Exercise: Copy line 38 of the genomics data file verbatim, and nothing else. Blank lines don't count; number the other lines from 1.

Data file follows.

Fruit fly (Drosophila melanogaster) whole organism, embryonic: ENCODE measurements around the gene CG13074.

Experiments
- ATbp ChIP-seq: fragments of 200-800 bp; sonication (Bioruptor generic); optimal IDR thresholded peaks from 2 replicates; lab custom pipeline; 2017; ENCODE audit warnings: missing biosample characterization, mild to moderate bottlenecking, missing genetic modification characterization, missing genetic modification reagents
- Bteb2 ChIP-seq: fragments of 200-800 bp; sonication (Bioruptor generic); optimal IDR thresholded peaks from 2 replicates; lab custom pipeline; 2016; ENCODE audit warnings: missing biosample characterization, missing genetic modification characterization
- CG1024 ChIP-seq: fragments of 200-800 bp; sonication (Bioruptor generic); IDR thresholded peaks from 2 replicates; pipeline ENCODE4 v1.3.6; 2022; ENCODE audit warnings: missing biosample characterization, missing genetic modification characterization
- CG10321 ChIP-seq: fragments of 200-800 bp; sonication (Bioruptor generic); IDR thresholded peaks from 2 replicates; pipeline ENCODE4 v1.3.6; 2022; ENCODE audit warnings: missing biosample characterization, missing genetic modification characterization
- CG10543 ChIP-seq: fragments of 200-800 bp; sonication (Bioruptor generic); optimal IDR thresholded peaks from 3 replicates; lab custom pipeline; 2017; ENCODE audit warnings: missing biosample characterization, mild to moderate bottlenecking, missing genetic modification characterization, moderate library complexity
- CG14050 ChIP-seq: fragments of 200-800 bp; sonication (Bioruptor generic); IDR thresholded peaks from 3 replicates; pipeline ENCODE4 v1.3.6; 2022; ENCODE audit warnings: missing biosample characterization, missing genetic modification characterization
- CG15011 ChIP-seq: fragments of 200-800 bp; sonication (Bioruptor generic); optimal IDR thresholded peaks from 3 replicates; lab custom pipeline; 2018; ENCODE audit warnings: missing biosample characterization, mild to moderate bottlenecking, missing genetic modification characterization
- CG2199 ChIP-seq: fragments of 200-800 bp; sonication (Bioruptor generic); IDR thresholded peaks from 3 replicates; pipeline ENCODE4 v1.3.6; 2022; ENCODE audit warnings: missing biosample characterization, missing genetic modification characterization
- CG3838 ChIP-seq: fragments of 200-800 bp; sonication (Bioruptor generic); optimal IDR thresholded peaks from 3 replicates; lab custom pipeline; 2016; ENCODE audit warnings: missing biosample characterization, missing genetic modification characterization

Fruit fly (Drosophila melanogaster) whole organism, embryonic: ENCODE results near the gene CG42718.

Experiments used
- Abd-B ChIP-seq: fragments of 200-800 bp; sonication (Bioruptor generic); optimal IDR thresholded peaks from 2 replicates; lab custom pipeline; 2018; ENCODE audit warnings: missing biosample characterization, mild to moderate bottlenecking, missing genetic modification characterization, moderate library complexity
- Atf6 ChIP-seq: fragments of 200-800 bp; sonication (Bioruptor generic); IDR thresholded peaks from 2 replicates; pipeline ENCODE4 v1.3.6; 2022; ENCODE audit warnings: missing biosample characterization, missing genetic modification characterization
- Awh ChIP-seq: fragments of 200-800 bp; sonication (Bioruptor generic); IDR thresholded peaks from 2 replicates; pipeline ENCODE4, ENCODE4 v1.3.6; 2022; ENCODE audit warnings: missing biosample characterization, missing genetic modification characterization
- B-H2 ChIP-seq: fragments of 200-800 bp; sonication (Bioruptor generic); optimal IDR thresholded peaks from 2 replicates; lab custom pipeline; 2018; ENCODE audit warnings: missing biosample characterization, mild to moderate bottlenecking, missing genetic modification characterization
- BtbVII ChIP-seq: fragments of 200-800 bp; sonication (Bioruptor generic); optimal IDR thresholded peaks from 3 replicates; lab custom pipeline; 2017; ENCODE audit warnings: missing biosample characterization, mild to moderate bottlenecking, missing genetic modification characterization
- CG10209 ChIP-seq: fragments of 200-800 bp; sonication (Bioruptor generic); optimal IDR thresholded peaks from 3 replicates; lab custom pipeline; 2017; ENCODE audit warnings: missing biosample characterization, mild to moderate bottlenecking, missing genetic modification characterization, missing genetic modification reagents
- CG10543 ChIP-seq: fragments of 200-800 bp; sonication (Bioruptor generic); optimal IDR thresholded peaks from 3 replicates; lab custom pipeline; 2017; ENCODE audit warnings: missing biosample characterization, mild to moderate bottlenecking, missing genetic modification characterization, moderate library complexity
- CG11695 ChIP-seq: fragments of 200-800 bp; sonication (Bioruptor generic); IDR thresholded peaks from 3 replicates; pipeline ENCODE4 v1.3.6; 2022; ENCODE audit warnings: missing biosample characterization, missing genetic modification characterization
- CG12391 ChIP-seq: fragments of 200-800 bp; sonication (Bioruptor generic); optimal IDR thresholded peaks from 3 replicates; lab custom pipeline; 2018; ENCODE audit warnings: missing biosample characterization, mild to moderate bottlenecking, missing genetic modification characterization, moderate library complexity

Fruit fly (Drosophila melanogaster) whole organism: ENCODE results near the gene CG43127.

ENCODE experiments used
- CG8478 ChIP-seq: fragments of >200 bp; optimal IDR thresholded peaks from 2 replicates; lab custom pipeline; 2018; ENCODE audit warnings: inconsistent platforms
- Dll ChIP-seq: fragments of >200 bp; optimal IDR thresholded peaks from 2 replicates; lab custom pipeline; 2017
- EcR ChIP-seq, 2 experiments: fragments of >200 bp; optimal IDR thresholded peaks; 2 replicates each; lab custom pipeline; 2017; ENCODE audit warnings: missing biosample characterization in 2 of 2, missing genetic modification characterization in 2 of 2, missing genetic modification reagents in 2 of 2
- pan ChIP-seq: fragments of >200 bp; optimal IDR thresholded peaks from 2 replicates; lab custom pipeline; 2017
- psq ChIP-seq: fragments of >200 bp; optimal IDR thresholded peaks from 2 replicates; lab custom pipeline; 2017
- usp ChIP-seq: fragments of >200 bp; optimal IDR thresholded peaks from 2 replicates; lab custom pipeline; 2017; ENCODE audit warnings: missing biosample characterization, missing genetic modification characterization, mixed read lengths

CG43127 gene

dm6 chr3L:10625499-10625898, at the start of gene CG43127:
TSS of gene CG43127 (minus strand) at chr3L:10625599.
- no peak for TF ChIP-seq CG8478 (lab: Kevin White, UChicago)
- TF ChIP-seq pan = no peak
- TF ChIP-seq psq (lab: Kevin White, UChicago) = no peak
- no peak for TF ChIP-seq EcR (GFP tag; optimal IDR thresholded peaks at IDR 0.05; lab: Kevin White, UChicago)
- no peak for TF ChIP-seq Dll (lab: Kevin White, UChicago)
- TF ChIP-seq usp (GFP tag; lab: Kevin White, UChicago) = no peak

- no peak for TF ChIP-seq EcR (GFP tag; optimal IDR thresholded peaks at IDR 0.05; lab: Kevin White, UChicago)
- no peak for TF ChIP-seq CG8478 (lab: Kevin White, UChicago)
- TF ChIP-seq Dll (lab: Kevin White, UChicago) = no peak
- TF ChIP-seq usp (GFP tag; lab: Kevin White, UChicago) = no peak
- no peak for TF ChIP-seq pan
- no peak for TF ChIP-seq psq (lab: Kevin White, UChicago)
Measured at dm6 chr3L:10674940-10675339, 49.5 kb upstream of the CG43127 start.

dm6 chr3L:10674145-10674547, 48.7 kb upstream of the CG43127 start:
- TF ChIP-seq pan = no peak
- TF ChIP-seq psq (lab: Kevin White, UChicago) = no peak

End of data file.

- no peak for TF ChIP-seq Dll (lab: Kevin White, UChicago)